Simulations show that drone swarms would be a solution to defend Taiwan

If support for Ukraine is at the heart of the strategic concerns of the American executive, it is the defense of Taiwan which, for several years, has given nightmares to the strategists and planners of the American armed forces. Indeed, most of the simulations and wargames carried out in recent years show that protecting the independent island since 1949 from a massive assault launched by the People's Liberation Army in a few years' time will be a task that is both one of the most difficult and most perilous for US forces. Between the hypotheses of massive preventive strikes against the island and against the American military bases present in this theater (Japan, Guam, etc.), the increasing access denial capabilities of the PLA's anti-ship and anti-aircraft systems , and the immense capacity of projection of naval and air power that can be mobilized by Beijing, the scenarios show that, given the state of American and Taiwanese military and technological capacities, preventing the fall of the island in less than 15 days will turn out to be very difficult.

Since the American armies cannot preventively deploy defensive capacities on the island of Taiwan without provoking a massive and immediate response from Beijing, and the deployment and protection capacities of the existing means on the surrounding American bases are already at saturation point, the only solution that could allow the Pentagon to counter such an offensive could only rely on new technological approaches and capabilities. Thus, the US Navy is betting on an extension and modernization of its fleet of nuclear attack submarines, as well as on the reinforcement of the reach and the protection of its carrier battle groups, in particular against new anti-ship threats. , while accelerating its transformation towards a mixed fleet composed of traditional vessels and unmanned vessels. For the US Marines Corps, this involves relying on a new doctrine and new cooperative engagement capabilities to increase the mobility, survivability and lethality of its units. As for the US Army, it has embarked on a new BIG 6 super program aimed at radically changing its engagement capabilities in the coming decade.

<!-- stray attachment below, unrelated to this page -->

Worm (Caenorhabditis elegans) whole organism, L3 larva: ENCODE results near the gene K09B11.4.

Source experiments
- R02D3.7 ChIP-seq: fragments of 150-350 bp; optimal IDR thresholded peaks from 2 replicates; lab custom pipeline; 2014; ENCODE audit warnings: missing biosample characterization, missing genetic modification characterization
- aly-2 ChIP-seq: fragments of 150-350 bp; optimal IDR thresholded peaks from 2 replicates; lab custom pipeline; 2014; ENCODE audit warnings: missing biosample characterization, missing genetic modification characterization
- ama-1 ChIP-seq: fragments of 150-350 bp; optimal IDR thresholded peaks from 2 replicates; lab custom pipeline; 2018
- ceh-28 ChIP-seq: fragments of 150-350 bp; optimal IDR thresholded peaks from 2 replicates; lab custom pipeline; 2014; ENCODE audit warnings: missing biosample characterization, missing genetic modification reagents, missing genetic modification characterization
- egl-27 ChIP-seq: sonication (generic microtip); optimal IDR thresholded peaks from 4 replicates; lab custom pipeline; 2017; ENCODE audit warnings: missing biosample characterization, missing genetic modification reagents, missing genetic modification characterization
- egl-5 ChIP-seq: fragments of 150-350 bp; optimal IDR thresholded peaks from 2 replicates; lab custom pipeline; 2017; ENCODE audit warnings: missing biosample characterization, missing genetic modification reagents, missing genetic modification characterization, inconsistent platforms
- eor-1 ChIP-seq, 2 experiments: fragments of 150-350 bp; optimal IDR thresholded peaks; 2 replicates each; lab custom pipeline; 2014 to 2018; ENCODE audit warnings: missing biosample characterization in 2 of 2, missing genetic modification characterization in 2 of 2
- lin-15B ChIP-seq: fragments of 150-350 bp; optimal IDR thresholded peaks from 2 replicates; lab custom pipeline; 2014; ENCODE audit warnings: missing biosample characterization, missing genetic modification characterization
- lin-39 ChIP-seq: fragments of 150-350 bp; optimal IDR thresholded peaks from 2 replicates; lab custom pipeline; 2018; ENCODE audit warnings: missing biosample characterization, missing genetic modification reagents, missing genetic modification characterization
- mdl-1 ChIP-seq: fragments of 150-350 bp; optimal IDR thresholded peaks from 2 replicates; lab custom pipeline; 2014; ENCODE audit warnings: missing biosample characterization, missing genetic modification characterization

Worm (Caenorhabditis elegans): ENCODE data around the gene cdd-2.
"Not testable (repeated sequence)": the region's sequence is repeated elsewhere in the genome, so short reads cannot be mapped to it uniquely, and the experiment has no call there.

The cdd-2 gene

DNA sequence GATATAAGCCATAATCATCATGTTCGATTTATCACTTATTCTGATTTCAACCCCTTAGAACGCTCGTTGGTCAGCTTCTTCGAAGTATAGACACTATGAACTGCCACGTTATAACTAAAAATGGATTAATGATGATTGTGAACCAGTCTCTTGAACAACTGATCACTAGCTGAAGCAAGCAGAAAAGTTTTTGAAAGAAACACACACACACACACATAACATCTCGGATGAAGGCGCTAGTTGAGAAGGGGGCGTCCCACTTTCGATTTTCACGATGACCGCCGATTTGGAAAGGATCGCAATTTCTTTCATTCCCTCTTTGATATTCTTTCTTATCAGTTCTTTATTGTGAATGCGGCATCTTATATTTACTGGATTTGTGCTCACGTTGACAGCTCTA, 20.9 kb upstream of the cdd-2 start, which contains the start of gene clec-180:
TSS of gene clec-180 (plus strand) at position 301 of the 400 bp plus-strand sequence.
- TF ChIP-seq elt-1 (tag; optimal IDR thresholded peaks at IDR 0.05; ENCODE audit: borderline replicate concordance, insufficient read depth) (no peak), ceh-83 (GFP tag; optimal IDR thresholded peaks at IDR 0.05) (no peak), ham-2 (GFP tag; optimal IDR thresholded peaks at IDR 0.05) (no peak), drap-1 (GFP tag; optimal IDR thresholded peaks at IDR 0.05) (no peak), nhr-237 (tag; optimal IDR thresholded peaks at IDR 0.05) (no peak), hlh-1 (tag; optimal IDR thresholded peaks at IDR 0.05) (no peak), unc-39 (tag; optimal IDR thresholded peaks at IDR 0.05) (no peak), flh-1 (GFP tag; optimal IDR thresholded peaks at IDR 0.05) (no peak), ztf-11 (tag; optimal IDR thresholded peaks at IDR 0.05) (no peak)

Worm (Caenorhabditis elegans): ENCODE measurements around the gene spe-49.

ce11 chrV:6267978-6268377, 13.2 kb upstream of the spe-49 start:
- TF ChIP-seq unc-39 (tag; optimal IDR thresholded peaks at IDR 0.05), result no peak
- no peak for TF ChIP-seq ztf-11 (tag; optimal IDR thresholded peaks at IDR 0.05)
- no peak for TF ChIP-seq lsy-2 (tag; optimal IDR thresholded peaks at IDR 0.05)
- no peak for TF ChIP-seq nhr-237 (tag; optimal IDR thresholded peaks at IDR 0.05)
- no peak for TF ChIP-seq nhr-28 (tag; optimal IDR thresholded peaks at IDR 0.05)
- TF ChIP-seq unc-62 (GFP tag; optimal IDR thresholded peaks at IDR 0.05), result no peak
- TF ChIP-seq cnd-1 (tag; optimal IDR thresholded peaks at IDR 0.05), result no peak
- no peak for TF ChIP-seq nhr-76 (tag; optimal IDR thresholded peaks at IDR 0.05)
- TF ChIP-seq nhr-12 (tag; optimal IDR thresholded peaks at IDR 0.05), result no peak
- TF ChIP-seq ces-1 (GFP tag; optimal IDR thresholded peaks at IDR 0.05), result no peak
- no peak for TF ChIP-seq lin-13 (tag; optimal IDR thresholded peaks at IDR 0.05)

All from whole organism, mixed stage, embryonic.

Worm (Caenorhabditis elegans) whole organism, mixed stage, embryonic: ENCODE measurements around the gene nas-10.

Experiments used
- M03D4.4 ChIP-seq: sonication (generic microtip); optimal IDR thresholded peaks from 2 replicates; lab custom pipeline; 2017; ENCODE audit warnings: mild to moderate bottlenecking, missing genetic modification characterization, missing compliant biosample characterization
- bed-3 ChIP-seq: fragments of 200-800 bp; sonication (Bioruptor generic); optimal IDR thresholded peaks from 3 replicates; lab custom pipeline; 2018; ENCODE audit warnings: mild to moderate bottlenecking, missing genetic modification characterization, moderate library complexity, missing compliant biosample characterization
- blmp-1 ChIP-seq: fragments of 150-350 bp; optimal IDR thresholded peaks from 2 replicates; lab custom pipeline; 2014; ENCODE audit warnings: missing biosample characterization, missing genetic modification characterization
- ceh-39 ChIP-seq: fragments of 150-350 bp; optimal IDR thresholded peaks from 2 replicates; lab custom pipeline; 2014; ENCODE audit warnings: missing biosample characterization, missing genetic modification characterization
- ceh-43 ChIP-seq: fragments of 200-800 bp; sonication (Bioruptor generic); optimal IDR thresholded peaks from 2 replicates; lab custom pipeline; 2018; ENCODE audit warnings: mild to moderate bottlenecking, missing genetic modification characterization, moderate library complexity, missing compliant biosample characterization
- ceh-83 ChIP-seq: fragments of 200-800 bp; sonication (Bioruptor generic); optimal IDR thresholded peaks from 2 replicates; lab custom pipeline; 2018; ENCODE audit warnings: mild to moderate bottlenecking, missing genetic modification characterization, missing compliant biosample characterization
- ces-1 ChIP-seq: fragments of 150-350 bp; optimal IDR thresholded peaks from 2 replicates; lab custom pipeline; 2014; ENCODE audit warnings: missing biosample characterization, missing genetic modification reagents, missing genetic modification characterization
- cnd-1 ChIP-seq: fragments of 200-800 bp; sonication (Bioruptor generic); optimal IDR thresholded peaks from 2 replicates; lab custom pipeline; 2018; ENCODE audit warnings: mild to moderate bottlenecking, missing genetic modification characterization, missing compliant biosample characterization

The US Navy is also studying the potential of swarms of drones deployed from its surface units and even from its submarines.

The US Air Force, for its part, faces very significant constraints in trying to respond to these hypotheses. Indeed, its regional airbases are very exposed to Chinese preventive strikes, while being at distances vis-à-vis Taiwan at the limit of the range of its tactical fighters, while the access denial capabilities of the Chinese fleet and air forces can potentially prevent it from seizing air superiority in this theater of operation, including for its most modern stealth fighters. To respond to this tactical impasse, the US Air Force also intends to rely on new technological capabilities. One of them will be the Next Generation Air Dominance Program, or NGAD, which is supposed to provide a 6th generation combat aircraft by the end of the decade to replace the aging F-22s. On the other hand, it intends to rely on its new standoff capabilities, in particular on future airborne hypersonic missiles, to destroy Chinese offensive capabilities. But both will only be able to deploy their full potential if they have intelligence to locate and identify Chinese forces in real time. For it, simulations have shown that the best response is none other than the drone swarm.


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